Scarlet features local talent

Up-and-coming alt-country band Lake County Rain, who take their name from the northernmost county of the Ark Valley and their style from the free-wheeling mountain lifestyle required to lived there, are playing Leadville’s Scarlet stage this Saturday, Dec. 9, at 9 p.m. The band will liven up the night with Americana music that’s easy to dance to and even easier to relate to, living in the heart of the country at 10,000 feet.

Lake County Rain describe their music as deeply rooted in location, “with ‘Junkyard’ Jason Taylor’s train-whistle harmonica evoking Leadville’s bygone mining boom, and Ned Warner’s lyricism and joyous voice offering honest stories that mirror his own westward migration.”

Next to Taylor and Warner, the band comprises drummer Abel Corral, bassist Colin Kovaks, guitarist Josh Alford, and their newest member, 24 West’s Sam Galey, on pedal steel.
Locals may have seen Lake County Rain perform most recently at the Elks Halloween party, Leadville Boom Days and the BBQ & Brews fest in 2015 and 2016. Since then, they’ve recorded their first full-length album, Welcome to the Country, and re-formed with new members.

“We’ve evolved over the years from being a bluegrass band with no drummer,” said Warner, “and come to a new place with a lot of talented musicians.”

Lake County Rain began with Warner and Junkyard meeting by chance at an open mic event, where they discovered an excellent musical chemistry bubbling between them. They got to work immediately, growing out their sound, recording music videos and their first EP, which was listed as one of the top 25 underground albums of 2016 on nerdist.com. On Saturday, they’ll perform fresh takes of old songs, an homage to the late Tom Petty, and material from their latest album.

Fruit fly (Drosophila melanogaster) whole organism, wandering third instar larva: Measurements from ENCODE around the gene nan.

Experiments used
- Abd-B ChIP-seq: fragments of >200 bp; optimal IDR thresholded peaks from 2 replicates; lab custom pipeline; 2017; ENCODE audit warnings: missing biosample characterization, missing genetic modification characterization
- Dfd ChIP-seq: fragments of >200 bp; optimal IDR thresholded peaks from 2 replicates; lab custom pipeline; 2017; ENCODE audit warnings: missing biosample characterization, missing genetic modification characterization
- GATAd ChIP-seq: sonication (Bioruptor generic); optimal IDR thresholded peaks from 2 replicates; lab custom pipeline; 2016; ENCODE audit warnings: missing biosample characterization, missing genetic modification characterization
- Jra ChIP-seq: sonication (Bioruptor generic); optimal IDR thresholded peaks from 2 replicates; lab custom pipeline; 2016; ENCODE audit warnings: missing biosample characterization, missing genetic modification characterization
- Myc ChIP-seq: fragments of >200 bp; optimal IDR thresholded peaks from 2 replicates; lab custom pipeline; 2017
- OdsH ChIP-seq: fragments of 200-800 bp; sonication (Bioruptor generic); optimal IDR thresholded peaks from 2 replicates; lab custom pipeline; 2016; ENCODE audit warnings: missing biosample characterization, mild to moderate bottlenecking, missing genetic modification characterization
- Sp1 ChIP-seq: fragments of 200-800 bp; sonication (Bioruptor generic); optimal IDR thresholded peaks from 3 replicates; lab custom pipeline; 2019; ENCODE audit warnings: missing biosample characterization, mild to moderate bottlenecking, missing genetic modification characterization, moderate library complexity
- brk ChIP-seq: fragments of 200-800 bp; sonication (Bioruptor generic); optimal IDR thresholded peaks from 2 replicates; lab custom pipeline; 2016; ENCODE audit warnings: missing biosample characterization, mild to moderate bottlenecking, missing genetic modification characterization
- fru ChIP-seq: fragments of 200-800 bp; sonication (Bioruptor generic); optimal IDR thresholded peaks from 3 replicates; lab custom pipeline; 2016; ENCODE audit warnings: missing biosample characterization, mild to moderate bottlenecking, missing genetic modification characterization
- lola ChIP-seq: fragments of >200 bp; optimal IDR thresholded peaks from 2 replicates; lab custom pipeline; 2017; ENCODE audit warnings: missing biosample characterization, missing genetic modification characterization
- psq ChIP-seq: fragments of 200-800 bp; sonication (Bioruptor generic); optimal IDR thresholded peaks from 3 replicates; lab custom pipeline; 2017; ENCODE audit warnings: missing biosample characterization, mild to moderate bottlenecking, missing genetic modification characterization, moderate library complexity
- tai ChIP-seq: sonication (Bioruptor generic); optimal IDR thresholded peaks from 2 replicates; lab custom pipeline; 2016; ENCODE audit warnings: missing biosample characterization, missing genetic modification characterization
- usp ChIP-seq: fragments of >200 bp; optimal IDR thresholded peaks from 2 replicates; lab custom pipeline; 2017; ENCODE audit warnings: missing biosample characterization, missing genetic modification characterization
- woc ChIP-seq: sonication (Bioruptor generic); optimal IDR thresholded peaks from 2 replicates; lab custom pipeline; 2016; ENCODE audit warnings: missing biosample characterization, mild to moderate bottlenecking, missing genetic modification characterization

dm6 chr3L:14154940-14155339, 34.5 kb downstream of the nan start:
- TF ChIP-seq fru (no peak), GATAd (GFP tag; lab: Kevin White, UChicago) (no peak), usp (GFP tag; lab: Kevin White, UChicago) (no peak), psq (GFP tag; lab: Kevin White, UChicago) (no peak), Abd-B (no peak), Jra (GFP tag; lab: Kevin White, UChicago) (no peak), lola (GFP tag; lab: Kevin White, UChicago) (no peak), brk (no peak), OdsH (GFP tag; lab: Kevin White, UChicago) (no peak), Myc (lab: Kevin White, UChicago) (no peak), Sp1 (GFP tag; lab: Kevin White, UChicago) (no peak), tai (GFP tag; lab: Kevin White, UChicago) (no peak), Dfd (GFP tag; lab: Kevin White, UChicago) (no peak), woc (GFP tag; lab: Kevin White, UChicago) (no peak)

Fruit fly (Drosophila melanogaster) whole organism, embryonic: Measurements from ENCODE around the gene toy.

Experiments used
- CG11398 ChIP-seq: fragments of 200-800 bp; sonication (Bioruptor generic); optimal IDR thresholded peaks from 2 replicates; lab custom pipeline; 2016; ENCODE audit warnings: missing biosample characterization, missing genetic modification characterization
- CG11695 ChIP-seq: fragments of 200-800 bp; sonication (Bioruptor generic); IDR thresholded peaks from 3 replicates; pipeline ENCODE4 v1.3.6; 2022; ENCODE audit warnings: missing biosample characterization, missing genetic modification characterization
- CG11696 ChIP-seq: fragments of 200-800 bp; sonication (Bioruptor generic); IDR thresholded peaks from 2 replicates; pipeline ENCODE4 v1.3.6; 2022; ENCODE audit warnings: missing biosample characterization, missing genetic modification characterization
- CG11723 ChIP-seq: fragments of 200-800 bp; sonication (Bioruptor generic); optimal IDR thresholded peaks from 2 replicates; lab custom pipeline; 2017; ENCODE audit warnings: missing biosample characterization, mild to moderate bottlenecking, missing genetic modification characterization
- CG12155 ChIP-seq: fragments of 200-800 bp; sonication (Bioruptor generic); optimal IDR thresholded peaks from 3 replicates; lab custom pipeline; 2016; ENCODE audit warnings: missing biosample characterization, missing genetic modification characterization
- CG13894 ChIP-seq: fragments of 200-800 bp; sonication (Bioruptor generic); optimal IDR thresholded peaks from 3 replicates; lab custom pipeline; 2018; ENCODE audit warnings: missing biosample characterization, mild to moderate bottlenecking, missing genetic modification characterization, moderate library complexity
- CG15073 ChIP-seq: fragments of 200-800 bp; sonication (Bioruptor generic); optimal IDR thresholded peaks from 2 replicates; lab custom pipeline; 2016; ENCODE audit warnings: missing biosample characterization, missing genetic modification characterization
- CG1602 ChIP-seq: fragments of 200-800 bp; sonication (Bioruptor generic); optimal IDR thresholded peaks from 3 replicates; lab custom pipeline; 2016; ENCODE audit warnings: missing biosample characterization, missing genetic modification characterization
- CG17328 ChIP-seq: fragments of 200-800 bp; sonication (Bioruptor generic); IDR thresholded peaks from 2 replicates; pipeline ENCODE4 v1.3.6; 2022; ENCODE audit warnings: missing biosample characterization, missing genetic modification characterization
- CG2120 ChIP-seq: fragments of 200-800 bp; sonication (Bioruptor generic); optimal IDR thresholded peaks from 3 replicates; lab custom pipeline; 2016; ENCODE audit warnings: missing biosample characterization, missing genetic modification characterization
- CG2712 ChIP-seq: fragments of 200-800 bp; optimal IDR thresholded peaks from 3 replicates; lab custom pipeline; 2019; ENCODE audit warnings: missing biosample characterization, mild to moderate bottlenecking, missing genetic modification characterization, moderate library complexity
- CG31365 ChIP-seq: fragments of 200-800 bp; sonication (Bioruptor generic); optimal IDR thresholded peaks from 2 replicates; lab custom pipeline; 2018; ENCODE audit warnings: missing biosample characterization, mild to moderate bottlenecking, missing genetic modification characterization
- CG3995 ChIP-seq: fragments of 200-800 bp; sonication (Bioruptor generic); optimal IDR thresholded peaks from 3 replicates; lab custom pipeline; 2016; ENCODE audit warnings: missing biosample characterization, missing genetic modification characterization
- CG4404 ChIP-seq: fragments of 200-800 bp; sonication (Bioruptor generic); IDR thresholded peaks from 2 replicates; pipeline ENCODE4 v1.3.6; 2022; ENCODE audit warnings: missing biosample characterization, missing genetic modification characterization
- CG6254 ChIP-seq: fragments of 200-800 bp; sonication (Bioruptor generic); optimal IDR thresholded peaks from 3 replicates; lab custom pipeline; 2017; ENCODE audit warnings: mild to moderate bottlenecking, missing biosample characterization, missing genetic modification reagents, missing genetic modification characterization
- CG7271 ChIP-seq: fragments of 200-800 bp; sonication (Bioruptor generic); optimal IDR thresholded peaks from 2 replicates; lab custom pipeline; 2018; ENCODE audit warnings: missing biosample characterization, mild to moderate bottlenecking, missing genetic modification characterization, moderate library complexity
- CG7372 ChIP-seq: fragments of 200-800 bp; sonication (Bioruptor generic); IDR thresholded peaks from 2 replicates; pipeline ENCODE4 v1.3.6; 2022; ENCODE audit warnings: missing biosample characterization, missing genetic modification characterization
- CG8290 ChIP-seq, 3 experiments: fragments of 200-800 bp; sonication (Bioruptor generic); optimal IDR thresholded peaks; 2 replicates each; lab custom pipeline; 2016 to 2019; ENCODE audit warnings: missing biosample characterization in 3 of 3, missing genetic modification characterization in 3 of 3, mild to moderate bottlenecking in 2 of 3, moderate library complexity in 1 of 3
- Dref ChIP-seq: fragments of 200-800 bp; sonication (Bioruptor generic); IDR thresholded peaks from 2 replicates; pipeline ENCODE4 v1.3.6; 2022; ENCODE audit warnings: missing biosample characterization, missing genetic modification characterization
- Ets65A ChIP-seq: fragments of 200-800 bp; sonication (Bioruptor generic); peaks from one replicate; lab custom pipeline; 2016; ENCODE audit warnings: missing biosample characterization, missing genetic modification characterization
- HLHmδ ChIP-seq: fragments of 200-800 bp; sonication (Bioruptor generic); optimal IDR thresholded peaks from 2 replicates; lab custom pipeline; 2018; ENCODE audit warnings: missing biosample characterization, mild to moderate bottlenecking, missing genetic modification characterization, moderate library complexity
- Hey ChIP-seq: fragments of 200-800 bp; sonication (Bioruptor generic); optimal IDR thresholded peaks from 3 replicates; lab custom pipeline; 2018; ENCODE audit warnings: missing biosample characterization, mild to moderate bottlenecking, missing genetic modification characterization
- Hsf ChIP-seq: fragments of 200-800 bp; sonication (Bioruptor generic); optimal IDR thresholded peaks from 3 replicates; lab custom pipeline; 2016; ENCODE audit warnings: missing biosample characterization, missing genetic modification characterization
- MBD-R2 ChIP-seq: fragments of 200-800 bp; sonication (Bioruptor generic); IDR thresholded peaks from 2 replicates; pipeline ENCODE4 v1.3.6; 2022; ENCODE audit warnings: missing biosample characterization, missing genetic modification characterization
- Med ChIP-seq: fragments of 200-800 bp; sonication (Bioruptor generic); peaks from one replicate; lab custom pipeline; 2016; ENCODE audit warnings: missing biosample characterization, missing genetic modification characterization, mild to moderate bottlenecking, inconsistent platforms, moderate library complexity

The Scarlet is Leadville’s most popular bar scene, with a newly erected and much bigger stage in the back, pool tables and familiar faces in a wide-open setting perfect to warm up in on cold winter nights. It’s located at 326 Harrison Ave. at the corner of East Fourth Street.
Get a taste of Lake County Rain’s style on Spotify or Apple Music, where their latest album is streaming, or visit their website at LakeCountyRain.com. Listen closely to the lyrics, anthemic for a life spent far from the Front Range: “Say goodbye to uptown rooms and French perfume … what you need ain’t at the store … welcome to the country.”

Also in Leadville

The National Mining Hall of Fame and Museum attracts visitors to its 75,000-square-foot exhibit space and engages the community regularly with educational programs year-round.
Since October, a community film series, “Mining Goes to the Movies,” has been running on West Ninth Street every Friday night, with a new mining movie screening every week. This Friday finishes off the series with Clint Eastwood’s Pale Rider.

When a mining camp in California is terrorized by big business bent on stealing up the land, a mysterious preacher rolls in to deal out justice in blood and gunpowder in a classic 1985 drama. Directed by Clint Eastwood and starring Richard Dysart, Michael Moriarty and John Russell, this saga of bygone small-town mining, before greed and automation reigned, will help paint the picture of Leadville’s own mining history.

The movie starts at 6 p.m. in the Moolick Library room, one hour after touring ends. Tickets are $10 and include an educational discussion led by former Lake County Assessor Howard Tritz.

The National Mining Hall of Fame and Museum is located at 120 W. Ninth St. in Leadville, and is open to the public all week from 9 a.m. to 5 p.m.